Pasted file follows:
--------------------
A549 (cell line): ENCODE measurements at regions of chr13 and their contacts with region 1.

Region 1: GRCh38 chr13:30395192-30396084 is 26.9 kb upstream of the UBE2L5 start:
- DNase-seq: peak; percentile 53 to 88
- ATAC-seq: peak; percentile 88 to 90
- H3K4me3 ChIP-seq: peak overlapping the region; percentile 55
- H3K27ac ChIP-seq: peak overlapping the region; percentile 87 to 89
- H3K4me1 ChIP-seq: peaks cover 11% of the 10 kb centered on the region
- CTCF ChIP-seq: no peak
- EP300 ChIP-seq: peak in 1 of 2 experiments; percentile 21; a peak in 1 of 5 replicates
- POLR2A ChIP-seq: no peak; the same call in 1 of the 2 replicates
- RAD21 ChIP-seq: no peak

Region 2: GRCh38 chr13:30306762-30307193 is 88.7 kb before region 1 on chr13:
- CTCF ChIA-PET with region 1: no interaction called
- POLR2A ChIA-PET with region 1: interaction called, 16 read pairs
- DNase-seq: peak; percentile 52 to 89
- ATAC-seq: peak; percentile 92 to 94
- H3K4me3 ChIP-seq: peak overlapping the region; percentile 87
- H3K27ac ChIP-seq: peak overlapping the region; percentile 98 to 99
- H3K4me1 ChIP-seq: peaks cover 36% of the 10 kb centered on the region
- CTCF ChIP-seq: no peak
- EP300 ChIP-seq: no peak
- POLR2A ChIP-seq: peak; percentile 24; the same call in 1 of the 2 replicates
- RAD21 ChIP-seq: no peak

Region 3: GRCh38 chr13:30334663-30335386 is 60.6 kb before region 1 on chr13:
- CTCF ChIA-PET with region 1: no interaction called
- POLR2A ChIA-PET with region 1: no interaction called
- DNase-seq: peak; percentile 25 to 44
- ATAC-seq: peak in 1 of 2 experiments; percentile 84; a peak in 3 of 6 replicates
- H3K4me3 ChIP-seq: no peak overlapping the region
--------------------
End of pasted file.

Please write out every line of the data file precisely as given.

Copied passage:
A549 (cell line): ENCODE measurements at regions of chr13 and their contacts with region 1.

Region 1: GRCh38 chr13:30395192-30396084 is 26.9 kb upstream of the UBE2L5 start:
- DNase-seq: peak; percentile 53 to 88
- ATAC-seq: peak; percentile 88 to 90
- H3K4me3 ChIP-seq: peak overlapping the region; percentile 55
- H3K27ac ChIP-seq: peak overlapping the region; percentile 87 to 89
- H3K4me1 ChIP-seq: peaks cover 11% of the 10 kb centered on the region
- CTCF ChIP-seq: no peak
- EP300 ChIP-seq: peak in 1 of 2 experiments; percentile 21; a peak in 1 of 5 replicates
- POLR2A ChIP-seq: no peak; the same call in 1 of the 2 replicates
- RAD21 ChIP-seq: no peak

Region 2: GRCh38 chr13:30306762-30307193 is 88.7 kb before region 1 on chr13:
- CTCF ChIA-PET with region 1: no interaction called
- POLR2A ChIA-PET with region 1: interaction called, 16 read pairs
- DNase-seq: peak; percentile 52 to 89
- ATAC-seq: peak; percentile 92 to 94
- H3K4me3 ChIP-seq: peak overlapping the region; percentile 87
- H3K27ac ChIP-seq: peak overlapping the region; percentile 98 to 99
- H3K4me1 ChIP-seq: peaks cover 36% of the 10 kb centered on the region
- CTCF ChIP-seq: no peak
- EP300 ChIP-seq: no peak
- POLR2A ChIP-seq: peak; percentile 24; the same call in 1 of the 2 replicates
- RAD21 ChIP-seq: no peak

Region 3: GRCh38 chr13:30334663-30335386 is 60.6 kb before region 1 on chr13:
- CTCF ChIA-PET with region 1: no interaction called
- POLR2A ChIA-PET with region 1: no interaction called
- DNase-seq: peak; percentile 25 to 44
- ATAC-seq: peak in 1 of 2 experiments; percentile 84; a peak in 3 of 6 replicates
- H3K4me3 ChIP-seq: no peak overlapping the region